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Environmental Ethics Poll

May 16, 2007 by

2007_05_15environmentpoll.jpgLast week, we asked what you thought about all this environmental ethics and going green. I’ll have to admit, I’m pleasantly surprised with the results.

A true majority, 58% of you, think that it’s pretty important, and we ought to show the world we care. How are you doing this? Recycled paper? Compact fluorescent light bulbs? Hybrid church vans? Communion with organic crackers?

15% of you think it could go either way. Less of you, 13%, think there are more important things to be worried about. You find yourselves amongst the American majority–the unconcerned. No judgment passed here, feel free to wait for some more evidence, but don’t be ignorant or apathetic for the whole world to see.

11% of you think it’s one of the most pressing issues for the church today. While 3% of you think the opposite, you say it’s ludicrous. Just make sure you’re not majoring on minors or ignoring a major.

All in all, you agree that there’s no simple answer to this problem. Approach it prayerfully with a mind for the world around you and for the future.

This week, we want to know what church marketing moves that we’ve looked at recently you liked best. Let your voice be heard and let the world know what you liked!

Post By:

Joshua Cody


Josh Cody served as our associate editor for several years before moving on to bigger things. Like Texas. These days he lives in Austin, Texas, with his wife, and you can find him online or on Twitter when he's not wrestling code.
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6 Responses to “Environmental Ethics Poll”

  • Justin
    May 16, 2007

    I have to credit Rob Bell for this but, how we feel about the creation should reflect how we feel about the creator. He cared enough to make it, shouldn’t we take care of it? more importantly, how would a non-believer view a Christian that didn’t worry about the environment? just a thought.


  • Truth Seeker
    May 17, 2007

    Rob Bell? Please!
    TO care for the environment has always been a pillar of Protestantism. Luther talked about it. The beginnings of the modern industrial world was based on the assumption that the earth is given to men to use and to be good stewards of it thus sparking a growth in buisness and ways of providing work for all people everywhere. Unfortunately sin has overtaken that view and ruined some of it.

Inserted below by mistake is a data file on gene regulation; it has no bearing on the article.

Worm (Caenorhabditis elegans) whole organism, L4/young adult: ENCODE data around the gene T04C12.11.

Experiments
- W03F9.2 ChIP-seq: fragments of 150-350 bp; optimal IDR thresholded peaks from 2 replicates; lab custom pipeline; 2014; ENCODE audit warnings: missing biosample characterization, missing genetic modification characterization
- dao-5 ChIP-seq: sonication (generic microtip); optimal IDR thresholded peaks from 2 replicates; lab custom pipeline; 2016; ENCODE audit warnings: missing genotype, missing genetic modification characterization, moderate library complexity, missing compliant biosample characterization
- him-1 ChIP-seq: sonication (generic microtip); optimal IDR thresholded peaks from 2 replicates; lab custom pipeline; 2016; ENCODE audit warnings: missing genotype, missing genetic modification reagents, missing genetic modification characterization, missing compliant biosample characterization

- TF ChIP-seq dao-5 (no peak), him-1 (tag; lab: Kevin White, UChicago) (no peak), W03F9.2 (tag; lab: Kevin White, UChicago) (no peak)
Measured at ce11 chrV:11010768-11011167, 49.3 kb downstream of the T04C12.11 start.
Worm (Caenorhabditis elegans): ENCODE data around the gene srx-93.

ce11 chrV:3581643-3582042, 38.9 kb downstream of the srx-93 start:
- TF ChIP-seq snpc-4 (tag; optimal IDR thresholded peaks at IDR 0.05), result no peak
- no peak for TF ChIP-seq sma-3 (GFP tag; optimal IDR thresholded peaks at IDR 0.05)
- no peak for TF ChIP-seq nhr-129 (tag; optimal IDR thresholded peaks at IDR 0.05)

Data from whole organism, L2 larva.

Rob Bell is just a small, tiny voice agains the backdrop of history. It was real men like Luther, Warfield, and others who taught that creation is to be cared for because it is the handiwork of God. Caring for the planet has always been a part of Protestantism. Many have taken great strides to protect the environment over the centuries, they just don’t go trumpeting about it like the liberal left.
    Rob Bell? That’s the best you have? Wow! Read your history man!
    Blessings,


  • Justin
    May 17, 2007

    actually i was just quoting him… didn’t wanna take credit for something i didnt say (bad marketing, dontcha think?). the point here is the content, not who said it or started it.
    im well aware of luther, thanks, just trying to relate to people who maybe aren’t familiar. I’m sure there are some on this site that aren’t historians.


  • Jason
    May 18, 2007

    Truth Seeker,
    I believe the Rob Bell reference was to the particular quote being made…not saying that Bell is the only person pointing people to take this seriously.
    Not ony should we read our history, we should read into comments before blasting people.


  • Justin
    May 18, 2007

    Thanks Jason, that was what I meant.


  • Rusty
    June 2, 2007

    I’ve been away from CMS due to a pretty heavy workload and am just now getting around to catching up.
    Something I recently learned about the church I work at, (with attendance around 2500 on Sunday) is that we are extremely environmental. Living in Austin Texas over the recharge zone of the aquifer, our church is required to follow a number of standards set forth by the city. However, the things that our church does on our own is:
    1) Recycle 80% of the runoff water from our facility back into the grounds for lawn maintance.
    2) We partake in the wind energy program; meaning the power that is supplied to our facility is generated from windmills around the state.
    3) We recycle most of our paper goods when possible. There are huge industrial recycle bins at either end of our facility.
    4) Our thermostats have all been upgraded to electronic modules that will cycle off during peak power times throughout the city. They also cycle to a higher temp in the evening to cut down on electrical costs.
    This is just to name a few. It came a surprise to me when I found most of this out. I wonder what other churches are doing to move more green.



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